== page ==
Physics offers glimpse into the universe’s dark era

January 13, 1997

TORONTO, ONT.—University of Michigan astrophysicists Fred Adams and Greg Laughlin have seen the future and it is dark.

Far in the future, they say, after the stars have burned themselves out, the galaxies dispersed and the black holes radiated away, the universe will be nothing but a vast sea of electrons, positrons, neutrinos and radiation immersed in nearly complete and total blackness.

Adams and Laughlin are not reading the universe’s future in a crystal ball. “The same fundamental physical laws we study today can be used both to understand how the universe began and to explain how it will end,” Adams said. Until now, scientists have been so focused on unlocking the secrets of the universe’s past that few have bothered to think much about what will happen in the future.

At a press conference held here today (Jan. 15) during the American Astronomical Society meeting, Adams and Laughlin described their vision of the long-term fate of the universe. A detailed analysis of their research on the future evolution of astrophysical objects, titled “A Dying Universe,” also will be published in the April 1997 issue of Reviews of Modern Physics.

Understanding the universe’s future requires a fundamental shift in our thinking about time, which Adams—a U-M associate professor of physics and winner of this year’s AAS Warner Prize—calls the “Copernican Time Principle.” “Copernicus taught us that the Earth is not located at the center of the universe,” Adams explained. “It is equally true that our current cosmological epoch has no central place in time. We live in an important time in the universe’s development, but interesting events will continue to occur as long as the universe exists.”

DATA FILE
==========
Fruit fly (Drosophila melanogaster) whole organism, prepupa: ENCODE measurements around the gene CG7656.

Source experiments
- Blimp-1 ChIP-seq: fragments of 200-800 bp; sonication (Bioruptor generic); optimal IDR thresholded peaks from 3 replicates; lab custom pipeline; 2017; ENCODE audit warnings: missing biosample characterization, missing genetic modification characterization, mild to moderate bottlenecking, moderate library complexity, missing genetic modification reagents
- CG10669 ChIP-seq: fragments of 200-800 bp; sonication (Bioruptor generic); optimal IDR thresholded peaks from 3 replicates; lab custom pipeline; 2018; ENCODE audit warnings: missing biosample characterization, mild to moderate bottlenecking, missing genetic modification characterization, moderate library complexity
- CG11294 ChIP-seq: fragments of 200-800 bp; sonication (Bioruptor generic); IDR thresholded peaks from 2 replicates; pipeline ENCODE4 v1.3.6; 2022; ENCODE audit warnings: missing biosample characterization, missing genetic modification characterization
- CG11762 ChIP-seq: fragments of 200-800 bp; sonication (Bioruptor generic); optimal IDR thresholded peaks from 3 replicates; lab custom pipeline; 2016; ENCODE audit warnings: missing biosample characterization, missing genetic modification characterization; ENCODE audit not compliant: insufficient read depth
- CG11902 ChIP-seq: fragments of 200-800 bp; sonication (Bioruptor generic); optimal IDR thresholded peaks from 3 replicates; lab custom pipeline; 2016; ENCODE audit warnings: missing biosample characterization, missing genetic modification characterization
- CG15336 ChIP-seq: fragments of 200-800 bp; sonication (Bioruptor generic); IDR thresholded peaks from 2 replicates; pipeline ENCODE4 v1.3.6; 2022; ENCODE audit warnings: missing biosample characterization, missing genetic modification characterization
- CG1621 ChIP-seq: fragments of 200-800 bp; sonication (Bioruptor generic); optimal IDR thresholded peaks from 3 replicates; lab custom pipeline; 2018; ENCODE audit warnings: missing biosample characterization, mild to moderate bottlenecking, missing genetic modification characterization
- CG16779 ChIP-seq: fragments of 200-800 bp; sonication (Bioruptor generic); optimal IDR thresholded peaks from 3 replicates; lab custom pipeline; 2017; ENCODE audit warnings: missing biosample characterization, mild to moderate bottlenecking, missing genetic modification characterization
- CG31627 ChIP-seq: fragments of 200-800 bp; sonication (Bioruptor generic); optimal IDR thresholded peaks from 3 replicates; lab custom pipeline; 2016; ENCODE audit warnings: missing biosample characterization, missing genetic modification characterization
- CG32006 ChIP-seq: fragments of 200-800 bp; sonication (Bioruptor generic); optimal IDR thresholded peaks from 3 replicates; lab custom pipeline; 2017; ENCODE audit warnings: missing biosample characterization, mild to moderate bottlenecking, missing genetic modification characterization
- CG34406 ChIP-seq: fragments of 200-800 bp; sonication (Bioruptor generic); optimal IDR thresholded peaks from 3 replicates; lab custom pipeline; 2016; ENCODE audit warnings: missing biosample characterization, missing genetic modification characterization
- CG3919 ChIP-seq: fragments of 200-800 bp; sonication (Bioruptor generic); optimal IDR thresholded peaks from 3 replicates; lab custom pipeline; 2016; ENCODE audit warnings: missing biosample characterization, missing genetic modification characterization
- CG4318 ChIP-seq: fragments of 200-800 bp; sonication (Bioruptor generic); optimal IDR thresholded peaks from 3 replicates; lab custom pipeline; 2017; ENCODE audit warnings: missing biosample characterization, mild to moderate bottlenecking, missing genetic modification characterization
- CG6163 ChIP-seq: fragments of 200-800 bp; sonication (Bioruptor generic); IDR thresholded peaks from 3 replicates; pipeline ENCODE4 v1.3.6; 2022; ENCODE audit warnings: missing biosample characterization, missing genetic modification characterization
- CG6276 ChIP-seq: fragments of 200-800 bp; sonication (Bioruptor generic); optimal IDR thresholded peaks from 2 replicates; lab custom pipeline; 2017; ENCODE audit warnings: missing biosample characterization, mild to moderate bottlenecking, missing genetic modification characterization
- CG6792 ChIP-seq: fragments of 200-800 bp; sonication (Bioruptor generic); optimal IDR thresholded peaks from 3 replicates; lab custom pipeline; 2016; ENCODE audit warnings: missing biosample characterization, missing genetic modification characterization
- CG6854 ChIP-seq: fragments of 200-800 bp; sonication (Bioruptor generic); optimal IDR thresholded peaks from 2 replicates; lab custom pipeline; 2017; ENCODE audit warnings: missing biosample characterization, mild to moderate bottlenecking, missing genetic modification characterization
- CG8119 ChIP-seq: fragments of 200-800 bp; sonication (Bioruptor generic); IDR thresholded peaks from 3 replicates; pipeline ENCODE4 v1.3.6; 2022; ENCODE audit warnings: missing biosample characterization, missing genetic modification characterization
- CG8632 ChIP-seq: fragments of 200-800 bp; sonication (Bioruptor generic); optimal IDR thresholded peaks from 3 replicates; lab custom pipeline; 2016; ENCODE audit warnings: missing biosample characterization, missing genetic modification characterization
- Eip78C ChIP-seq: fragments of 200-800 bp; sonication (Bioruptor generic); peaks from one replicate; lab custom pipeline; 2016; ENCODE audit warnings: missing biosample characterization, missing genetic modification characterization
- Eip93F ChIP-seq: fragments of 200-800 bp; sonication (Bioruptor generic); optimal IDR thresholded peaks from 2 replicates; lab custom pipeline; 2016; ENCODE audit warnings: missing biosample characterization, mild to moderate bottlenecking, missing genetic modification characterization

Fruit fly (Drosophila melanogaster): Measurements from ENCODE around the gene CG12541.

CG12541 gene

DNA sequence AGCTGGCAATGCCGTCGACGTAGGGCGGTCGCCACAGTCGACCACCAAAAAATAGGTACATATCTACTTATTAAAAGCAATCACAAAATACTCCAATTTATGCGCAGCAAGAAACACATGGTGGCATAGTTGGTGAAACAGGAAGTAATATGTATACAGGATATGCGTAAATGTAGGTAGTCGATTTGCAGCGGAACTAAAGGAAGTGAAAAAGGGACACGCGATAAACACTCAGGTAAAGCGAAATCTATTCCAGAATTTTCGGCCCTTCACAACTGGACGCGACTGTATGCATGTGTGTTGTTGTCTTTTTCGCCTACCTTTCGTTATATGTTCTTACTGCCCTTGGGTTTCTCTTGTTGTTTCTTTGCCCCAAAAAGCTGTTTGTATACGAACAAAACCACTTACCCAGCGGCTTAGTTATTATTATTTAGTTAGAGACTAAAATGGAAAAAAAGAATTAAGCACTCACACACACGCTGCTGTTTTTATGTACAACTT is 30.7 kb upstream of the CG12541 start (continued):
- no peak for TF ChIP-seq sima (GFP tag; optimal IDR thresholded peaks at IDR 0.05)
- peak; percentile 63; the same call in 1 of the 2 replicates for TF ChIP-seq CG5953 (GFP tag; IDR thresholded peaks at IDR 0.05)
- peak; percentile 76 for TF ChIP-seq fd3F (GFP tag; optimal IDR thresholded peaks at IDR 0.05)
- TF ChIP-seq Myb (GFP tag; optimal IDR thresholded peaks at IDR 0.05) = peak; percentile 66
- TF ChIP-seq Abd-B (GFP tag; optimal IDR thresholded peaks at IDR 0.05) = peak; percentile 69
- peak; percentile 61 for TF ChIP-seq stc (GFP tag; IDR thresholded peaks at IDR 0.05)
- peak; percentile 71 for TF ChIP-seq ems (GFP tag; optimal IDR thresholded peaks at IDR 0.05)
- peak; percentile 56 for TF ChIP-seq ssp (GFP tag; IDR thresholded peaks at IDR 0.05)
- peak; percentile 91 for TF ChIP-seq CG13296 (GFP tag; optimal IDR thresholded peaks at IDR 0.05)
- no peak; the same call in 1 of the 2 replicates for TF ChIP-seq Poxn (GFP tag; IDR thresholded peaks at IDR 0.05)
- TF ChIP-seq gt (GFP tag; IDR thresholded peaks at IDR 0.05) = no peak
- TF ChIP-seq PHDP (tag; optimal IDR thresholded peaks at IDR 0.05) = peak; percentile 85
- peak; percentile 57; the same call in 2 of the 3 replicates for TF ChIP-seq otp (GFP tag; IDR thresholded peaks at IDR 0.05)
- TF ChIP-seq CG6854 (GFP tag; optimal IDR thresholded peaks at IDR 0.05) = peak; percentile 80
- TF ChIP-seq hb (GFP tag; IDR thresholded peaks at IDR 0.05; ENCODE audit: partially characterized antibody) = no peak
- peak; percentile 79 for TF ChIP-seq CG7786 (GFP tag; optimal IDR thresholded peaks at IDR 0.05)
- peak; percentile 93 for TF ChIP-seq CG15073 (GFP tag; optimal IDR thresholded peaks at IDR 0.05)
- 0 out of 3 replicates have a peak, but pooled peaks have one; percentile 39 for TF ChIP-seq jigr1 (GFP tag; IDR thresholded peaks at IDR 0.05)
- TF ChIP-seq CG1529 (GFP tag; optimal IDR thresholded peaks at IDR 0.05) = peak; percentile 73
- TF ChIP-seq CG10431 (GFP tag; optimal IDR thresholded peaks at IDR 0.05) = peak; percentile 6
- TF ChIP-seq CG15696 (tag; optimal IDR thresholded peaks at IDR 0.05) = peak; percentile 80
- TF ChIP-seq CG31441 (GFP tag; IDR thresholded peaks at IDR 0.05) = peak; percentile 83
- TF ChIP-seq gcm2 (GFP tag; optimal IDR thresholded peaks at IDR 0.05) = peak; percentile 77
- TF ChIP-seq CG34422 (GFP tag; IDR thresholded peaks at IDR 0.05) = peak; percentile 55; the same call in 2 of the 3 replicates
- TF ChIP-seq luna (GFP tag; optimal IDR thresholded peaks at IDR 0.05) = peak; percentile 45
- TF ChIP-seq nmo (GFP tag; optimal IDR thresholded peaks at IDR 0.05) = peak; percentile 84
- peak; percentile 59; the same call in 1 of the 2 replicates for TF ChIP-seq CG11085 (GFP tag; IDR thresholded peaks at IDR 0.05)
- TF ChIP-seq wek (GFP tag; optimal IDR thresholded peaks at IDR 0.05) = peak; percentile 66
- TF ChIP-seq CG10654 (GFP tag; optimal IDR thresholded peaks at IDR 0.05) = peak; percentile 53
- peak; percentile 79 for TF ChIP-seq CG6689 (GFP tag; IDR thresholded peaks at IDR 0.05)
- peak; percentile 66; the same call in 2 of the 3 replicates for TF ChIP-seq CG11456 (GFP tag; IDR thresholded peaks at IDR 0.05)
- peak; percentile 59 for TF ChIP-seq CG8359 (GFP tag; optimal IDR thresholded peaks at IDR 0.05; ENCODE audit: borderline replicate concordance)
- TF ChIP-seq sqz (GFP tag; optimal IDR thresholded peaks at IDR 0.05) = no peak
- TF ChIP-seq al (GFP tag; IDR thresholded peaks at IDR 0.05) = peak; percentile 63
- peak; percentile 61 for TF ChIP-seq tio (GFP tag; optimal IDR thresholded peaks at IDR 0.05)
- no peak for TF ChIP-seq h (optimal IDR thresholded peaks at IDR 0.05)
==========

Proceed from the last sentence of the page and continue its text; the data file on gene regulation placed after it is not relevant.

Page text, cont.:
To describe the immense time scales involved in the future evolution of the universe, Adams and Laughlin introduced a convenient new unit of time in their study, which they call a “cosmological decade.” Each cosmological decade represents a tenfold increase in the number of years which have elapsed since the beginning of time. For example, the universe is currently only about 10 cosmological decades or 10 billion years old (10 multiplied by itself 10 times). The most distant epochs considered in the U-M study will not occur until the 200th cosmological decade (10 multiplied by itself 200 times).

In their study, the U-M scientists divide future development of the universe into several distinct periods or eras, including:

The Stelliferous or Star-Filled Era – Cosmological Decades 6- 14.

We live at the mid-point of the Stelliferous Era, a time in the history of the universe when energy is generated by the birth, life and death of stars. In their study, Adams and Laughlin pay special attention to the longevity of the universe’s most ordinary stars—red and white dwarfs.

“Most red dwarfs have considerably less than half the mass of our sun, but they are so numerous that their combined mass is greater than the mass of all the larger stars in the universe,” said Laughlin, a U-M post-doctoral fellow. “Red dwarfs are real misers at burning hydrogen. They hoard their energy and some will still be around 10 trillion years from now when the last sun- like star has long since exhausted its fuel supply and collapsed into a white dwarf.”

The Degenerate Era – Cosmological Decades 15-37.